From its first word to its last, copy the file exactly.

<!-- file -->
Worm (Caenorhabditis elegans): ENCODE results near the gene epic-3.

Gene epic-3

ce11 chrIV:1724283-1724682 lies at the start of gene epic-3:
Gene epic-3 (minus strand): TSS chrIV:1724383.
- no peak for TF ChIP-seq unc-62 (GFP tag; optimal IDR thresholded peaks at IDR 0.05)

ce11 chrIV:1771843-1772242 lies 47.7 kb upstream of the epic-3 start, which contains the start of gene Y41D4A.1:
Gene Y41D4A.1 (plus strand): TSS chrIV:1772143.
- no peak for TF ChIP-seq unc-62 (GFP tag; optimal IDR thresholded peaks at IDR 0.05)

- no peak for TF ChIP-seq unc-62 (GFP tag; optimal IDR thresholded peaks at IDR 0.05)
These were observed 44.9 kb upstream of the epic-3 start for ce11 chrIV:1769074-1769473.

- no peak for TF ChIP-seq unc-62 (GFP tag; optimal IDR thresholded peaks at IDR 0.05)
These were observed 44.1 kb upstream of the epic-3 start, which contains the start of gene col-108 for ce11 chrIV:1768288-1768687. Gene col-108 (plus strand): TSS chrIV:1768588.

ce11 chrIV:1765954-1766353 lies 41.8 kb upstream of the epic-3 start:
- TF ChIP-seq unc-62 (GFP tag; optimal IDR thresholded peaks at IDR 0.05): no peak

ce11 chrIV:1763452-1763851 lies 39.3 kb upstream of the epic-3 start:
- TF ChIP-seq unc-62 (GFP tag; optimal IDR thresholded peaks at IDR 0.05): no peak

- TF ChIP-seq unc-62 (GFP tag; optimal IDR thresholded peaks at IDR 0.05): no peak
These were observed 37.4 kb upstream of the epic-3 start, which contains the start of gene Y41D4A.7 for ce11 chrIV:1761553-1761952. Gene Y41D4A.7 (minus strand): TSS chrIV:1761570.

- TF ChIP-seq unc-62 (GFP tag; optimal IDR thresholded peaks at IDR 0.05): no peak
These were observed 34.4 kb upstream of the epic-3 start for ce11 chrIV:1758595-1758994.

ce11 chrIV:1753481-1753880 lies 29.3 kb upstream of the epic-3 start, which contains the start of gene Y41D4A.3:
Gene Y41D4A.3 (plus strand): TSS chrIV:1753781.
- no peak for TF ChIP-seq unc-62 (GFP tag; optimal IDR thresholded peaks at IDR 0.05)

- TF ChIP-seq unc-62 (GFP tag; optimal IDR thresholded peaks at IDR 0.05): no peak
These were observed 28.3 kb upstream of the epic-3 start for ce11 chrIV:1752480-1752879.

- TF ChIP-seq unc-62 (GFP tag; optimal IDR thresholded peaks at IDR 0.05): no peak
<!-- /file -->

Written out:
Worm (Caenorhabditis elegans): ENCODE results near the gene epic-3.

Gene epic-3

ce11 chrIV:1724283-1724682 lies at the start of gene epic-3:
Gene epic-3 (minus strand): TSS chrIV:1724383.
- no peak for TF ChIP-seq unc-62 (GFP tag; optimal IDR thresholded peaks at IDR 0.05)

ce11 chrIV:1771843-1772242 lies 47.7 kb upstream of the epic-3 start, which contains the start of gene Y41D4A.1:
Gene Y41D4A.1 (plus strand): TSS chrIV:1772143.
- no peak for TF ChIP-seq unc-62 (GFP tag; optimal IDR thresholded peaks at IDR 0.05)

- no peak for TF ChIP-seq unc-62 (GFP tag; optimal IDR thresholded peaks at IDR 0.05)
These were observed 44.9 kb upstream of the epic-3 start for ce11 chrIV:1769074-1769473.

- no peak for TF ChIP-seq unc-62 (GFP tag; optimal IDR thresholded peaks at IDR 0.05)
These were observed 44.1 kb upstream of the epic-3 start, which contains the start of gene col-108 for ce11 chrIV:1768288-1768687. Gene col-108 (plus strand): TSS chrIV:1768588.

ce11 chrIV:1765954-1766353 lies 41.8 kb upstream of the epic-3 start:
- TF ChIP-seq unc-62 (GFP tag; optimal IDR thresholded peaks at IDR 0.05): no peak

ce11 chrIV:1763452-1763851 lies 39.3 kb upstream of the epic-3 start:
- TF ChIP-seq unc-62 (GFP tag; optimal IDR thresholded peaks at IDR 0.05): no peak

- TF ChIP-seq unc-62 (GFP tag; optimal IDR thresholded peaks at IDR 0.05): no peak
These were observed 37.4 kb upstream of the epic-3 start, which contains the start of gene Y41D4A.7 for ce11 chrIV:1761553-1761952. Gene Y41D4A.7 (minus strand): TSS chrIV:1761570.

- TF ChIP-seq unc-62 (GFP tag; optimal IDR thresholded peaks at IDR 0.05): no peak
These were observed 34.4 kb upstream of the epic-3 start for ce11 chrIV:1758595-1758994.

ce11 chrIV:1753481-1753880 lies 29.3 kb upstream of the epic-3 start, which contains the start of gene Y41D4A.3:
Gene Y41D4A.3 (plus strand): TSS chrIV:1753781.
- no peak for TF ChIP-seq unc-62 (GFP tag; optimal IDR thresholded peaks at IDR 0.05)

- TF ChIP-seq unc-62 (GFP tag; optimal IDR thresholded peaks at IDR 0.05): no peak
These were observed 28.3 kb upstream of the epic-3 start for ce11 chrIV:1752480-1752879.

- TF ChIP-seq unc-62 (GFP tag; optimal IDR thresholded peaks at IDR 0.05): no peak